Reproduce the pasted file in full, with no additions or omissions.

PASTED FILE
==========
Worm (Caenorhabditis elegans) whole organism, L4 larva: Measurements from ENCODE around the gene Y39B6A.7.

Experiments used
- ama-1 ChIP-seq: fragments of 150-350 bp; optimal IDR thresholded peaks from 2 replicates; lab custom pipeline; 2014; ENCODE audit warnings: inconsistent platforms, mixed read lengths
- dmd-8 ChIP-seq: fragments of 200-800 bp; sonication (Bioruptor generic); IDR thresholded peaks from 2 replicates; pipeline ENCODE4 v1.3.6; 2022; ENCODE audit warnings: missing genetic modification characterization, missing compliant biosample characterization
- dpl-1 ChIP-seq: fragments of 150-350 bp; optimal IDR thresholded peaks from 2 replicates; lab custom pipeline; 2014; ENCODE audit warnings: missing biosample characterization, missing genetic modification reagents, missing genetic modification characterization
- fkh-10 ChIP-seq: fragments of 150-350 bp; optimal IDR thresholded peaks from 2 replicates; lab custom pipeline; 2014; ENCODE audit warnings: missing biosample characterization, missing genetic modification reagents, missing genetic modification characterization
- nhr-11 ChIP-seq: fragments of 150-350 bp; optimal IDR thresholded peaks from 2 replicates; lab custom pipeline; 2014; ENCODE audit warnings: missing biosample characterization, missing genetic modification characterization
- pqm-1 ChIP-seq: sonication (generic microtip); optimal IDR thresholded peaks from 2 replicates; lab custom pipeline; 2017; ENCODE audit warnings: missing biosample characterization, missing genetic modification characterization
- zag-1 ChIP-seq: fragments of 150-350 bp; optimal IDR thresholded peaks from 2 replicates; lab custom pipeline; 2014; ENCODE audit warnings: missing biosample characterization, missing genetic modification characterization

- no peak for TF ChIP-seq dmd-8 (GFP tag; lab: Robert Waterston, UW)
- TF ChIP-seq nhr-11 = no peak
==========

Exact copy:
Worm (Caenorhabditis elegans) whole organism, L4 larva: Measurements from ENCODE around the gene Y39B6A.7.

Experiments used
- ama-1 ChIP-seq: fragments of 150-350 bp; optimal IDR thresholded peaks from 2 replicates; lab custom pipeline; 2014; ENCODE audit warnings: inconsistent platforms, mixed read lengths
- dmd-8 ChIP-seq: fragments of 200-800 bp; sonication (Bioruptor generic); IDR thresholded peaks from 2 replicates; pipeline ENCODE4 v1.3.6; 2022; ENCODE audit warnings: missing genetic modification characterization, missing compliant biosample characterization
- dpl-1 ChIP-seq: fragments of 150-350 bp; optimal IDR thresholded peaks from 2 replicates; lab custom pipeline; 2014; ENCODE audit warnings: missing biosample characterization, missing genetic modification reagents, missing genetic modification characterization
- fkh-10 ChIP-seq: fragments of 150-350 bp; optimal IDR thresholded peaks from 2 replicates; lab custom pipeline; 2014; ENCODE audit warnings: missing biosample characterization, missing genetic modification reagents, missing genetic modification characterization
- nhr-11 ChIP-seq: fragments of 150-350 bp; optimal IDR thresholded peaks from 2 replicates; lab custom pipeline; 2014; ENCODE audit warnings: missing biosample characterization, missing genetic modification characterization
- pqm-1 ChIP-seq: sonication (generic microtip); optimal IDR thresholded peaks from 2 replicates; lab custom pipeline; 2017; ENCODE audit warnings: missing biosample characterization, missing genetic modification characterization
- zag-1 ChIP-seq: fragments of 150-350 bp; optimal IDR thresholded peaks from 2 replicates; lab custom pipeline; 2014; ENCODE audit warnings: missing biosample characterization, missing genetic modification characterization

- no peak for TF ChIP-seq dmd-8 (GFP tag; lab: Robert Waterston, UW)
- TF ChIP-seq nhr-11 = no peak